reports, FEMA has plans in place to only begin to clean up the debris from the 2005 hurricanes:
Under an agreement inked between FEMA and the Coast Guard last fall, the federal government would pay to remove remnants of houses, cars and boats still littering hundreds of miles of state waterways after Hurricanes Katrina and Rita. But as the cleanup now begins, the state is being told that additional underwater debris from Hurricanes Gustav and Ike will not be included in that project.
The debris and wreckage associated with Gustav and Ike will have to be removed separately by local authorities, who must then apply to FEMA for reimbursements. The largest problem in this arrangement is obvious: how do tell what trash belongs to which hurricane? In some areas, such as Grand Isle and Terrebonne Parish, debris from both storm seasons has become inseparable, according to the Times-Picayune. This places an additional burden on local officials to find ways to segregate 2005 hurricane trash from that of 2008.

FEMA maintains that since the original marine debris removal plan called for removing obstructions generated by the 2005 hurricanes, then that's all that FEMA will remove because that's where the line for direct federal financing is drawn. But local officials in coastal parishes remain flummoxed by this red-tape. State officials say drawing distinctions between marine debris from two hurricane seasons creates a more cumbersome process and a bigger financial burden, reports the Times-Picayune.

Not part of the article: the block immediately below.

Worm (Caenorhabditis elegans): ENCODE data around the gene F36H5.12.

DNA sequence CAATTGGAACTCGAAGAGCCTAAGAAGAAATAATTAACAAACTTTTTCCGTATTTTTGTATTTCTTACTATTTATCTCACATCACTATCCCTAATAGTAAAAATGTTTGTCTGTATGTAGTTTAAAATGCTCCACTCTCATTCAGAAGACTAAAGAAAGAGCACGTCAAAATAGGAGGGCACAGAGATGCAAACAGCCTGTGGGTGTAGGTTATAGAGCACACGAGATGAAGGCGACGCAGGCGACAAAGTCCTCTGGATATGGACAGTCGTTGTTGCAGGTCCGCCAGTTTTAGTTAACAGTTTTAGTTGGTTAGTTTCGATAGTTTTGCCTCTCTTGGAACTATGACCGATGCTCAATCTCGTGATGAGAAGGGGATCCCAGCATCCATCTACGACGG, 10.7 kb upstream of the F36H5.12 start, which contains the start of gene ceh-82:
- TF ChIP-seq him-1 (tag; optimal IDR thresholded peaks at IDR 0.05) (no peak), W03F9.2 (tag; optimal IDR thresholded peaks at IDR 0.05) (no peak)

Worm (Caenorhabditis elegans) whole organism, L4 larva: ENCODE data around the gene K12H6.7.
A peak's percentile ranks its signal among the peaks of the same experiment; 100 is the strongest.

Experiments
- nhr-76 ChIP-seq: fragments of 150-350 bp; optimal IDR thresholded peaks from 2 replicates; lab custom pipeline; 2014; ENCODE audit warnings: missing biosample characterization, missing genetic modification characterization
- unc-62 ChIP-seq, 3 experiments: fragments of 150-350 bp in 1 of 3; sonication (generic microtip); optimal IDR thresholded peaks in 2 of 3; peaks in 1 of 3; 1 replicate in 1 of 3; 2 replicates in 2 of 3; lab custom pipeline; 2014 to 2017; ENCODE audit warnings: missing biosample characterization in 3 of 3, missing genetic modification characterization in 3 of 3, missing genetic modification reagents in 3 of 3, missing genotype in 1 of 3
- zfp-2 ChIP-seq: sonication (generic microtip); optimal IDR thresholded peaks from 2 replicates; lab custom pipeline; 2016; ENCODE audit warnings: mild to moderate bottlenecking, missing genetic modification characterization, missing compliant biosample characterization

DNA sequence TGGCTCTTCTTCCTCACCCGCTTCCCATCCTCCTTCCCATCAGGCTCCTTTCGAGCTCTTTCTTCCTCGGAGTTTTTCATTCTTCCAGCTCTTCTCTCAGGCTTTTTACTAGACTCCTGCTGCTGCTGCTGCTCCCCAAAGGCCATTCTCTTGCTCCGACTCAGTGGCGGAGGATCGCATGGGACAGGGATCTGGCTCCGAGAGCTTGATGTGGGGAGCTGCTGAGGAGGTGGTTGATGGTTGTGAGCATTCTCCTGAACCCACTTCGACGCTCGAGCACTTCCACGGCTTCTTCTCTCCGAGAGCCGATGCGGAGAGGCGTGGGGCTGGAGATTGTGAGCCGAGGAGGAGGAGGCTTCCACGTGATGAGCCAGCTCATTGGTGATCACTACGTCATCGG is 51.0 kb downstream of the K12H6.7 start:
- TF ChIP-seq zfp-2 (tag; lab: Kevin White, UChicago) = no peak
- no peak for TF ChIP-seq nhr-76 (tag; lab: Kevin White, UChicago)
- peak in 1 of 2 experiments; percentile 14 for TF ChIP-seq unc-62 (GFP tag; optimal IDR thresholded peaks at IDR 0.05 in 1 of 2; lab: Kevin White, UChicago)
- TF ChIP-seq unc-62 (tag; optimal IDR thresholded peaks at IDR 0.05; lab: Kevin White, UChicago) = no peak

Louisiana Recovery Authority Director Paul Rainwater sent a letter to FEMA, arguing that not consolidating the clean up "will result in additional costs to taxpayers for duplicate mobilization and administration; two programs removing the same kinds of debris, in the same locations, at the same time is clearly inefficient and will generate additional burdens on the state and parish administrators working alongside the Coast Guard."

According to the Time-Picayune:
In many cases, contractors would be leaving behind debris that is within feet of the "eligible" Katrina-Rita objects, said Leo Richardson, the state marine debris coordinator for the Governor's Office of Homeland Security and Emergency Preparedness.

"So we should start all over again, spin up a whole new group of people that FEMA is going to pay for ... go out and survey the same waters, come up with the same information and put it out for bids?" Richardson asked. "It takes a whole lot of public money, state and federal, to go duplicate all this."
Many Gulf Coast residents fear that FEMA's bureaucratic red tape may slow down the recovery once again. As the Times-Picayune reports, FEMA only agreed to pick up the remaining 2005 debris after considerable pressure from state recovery officials and local civic groups. Many people in Texas are now worried that FEMA's bureaucratic sluggishness and delays will also prevent timely cleanup from the most recent hurricanes. Local officials and residents in Texas already report that FEMA has been much too slow in getting aid to those whose lives and property were upended by Ike and Gustav.

(Photo of Galveston debris from the FEMA photo library)